Customer Advisory Board Charter: Do You Need One?

You’ve stood up your Customer Advisory Board (CAB), recruited your client members, completed a successful CAB meeting and are working through all of the follow-on activities. One of those activities should be to create a Customer Advisory Board Charter. Not all Boards and Councils utilize charters, but we have found them to be invaluable in Customer Advisory Board management.

Charters are effective tools to help create a foundation and set expectations for all Board participants – host company members and client members alike. Charters do not have to be lengthy, but should include basic components:

  • A Board purpose that describes at a high level the objectives of the Board and what the Board remit is.
  • Board membership focuses on the size of the Board, member attributes, and the sort of relationship clients and host companies may have. We also include details on terms of service, changes of professional affiliations, and the parameters for Board members to be in good standing—and the ramifications if they are not.
  • Value to client Board members illustrates some of the benefits of being a Board member including the opportunity to influence strategic direction, access to experts and expertise, and developing and strengthening relationships with Board peers as well as host company executive teams.
  • Responsibilities of Board members lays the ground rules and sets the expectations surrounding communication, contributing to agenda development, and meeting attendance. Similarly, host company executives’ responsibilities include engaging with full candor and honesty, accepting constructive criticism, aiding in the development of Board agendas to deliver value to all, and creating clear and regular lines of communication with client members.

It is important to gain input on the charter from CAB members and then ratify the charter with the Board. The charter should be a living, breathing document – use the charter and revisit the contents yearly. Over time, Board complexions change, the needs of the host company change, and so should the charter to reflect the new parameters.

 

Related Stories

Customer Advisory Board Advice: Learn to Love the Pain

Posted on 08.30.2022 by in Customer Advisory Boards

The thing about Customer Advisory Boards is you just might get what you wished for: unvarnished advice about your strategy and your business. And while this is the very reason to create a Board, it can sometimes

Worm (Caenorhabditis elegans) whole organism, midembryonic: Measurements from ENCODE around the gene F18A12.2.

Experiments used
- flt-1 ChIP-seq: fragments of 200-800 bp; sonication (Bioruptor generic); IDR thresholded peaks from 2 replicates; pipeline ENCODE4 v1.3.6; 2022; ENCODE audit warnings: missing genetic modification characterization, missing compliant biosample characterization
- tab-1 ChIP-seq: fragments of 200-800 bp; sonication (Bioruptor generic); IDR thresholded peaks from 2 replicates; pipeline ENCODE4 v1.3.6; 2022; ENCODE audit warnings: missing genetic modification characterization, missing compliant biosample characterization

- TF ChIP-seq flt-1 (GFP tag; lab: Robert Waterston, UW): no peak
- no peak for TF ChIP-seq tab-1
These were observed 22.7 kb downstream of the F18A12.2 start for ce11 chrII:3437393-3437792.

Continue Reading »

Three Ways to Operationalize Client Advisory Council Actions

Posted on 07.11.2022 by in Customer Advisory Boards

You just wrapped up a client advisory council meeting – discussions were dynamic, everyone was engaged, and as a result there are many ideas and potential actions to move forward. It’s exciting and daunting at the same  

Continue Reading »

The Power of In-person Customer Advisory Board Meetings

Posted on 06.22.2022 by in Customer Advisory Boards

Over the last 2+ years, we have all experienced an uptick in technology use — whether for work-related purposes, educational, or grocery shopping via your mobile device — COVID accelerated the use of technology in both business and personal life.  

Continue Reading »

Is it a Good Time to Launch a Customer Advisory Board?

Posted on 06.6.2022 by in Customer Advisory Boards

Not sure whether a Board is right for you? Here are some trigger points to consider.

Continue Reading »


Customer Advisory Boards

Customer Advisory Boards are powerful engines of engagement, insight, and business transformation. Make the most of yours.

Meeting Facilitation: Virtual and In-Person Boards » Taking Your Customer Advisory Board Meetings Virtual »

Learn More »

Engagement Strategy

Like any good relationship, customer engagement is a long-term, reciprocal effort. When done well, meaningful engagement leads to better business results, faster.

Engage Your Customers to Help You Stop Pitching » Getting to a Customer Engagement Mindset »

Learn More »

Understanding the C-Suite

Building C-level programs that are meaningful and bring value to you as well as to your c-suite customers is challenging. Veiled sales pitches won’t win the day with this audience. Deliver what executives want: ideas, inspiration, innovation, influence.

Building a C-Suite Client Experience Strategy » Do you Know What Your Customers Value? »

Learn More »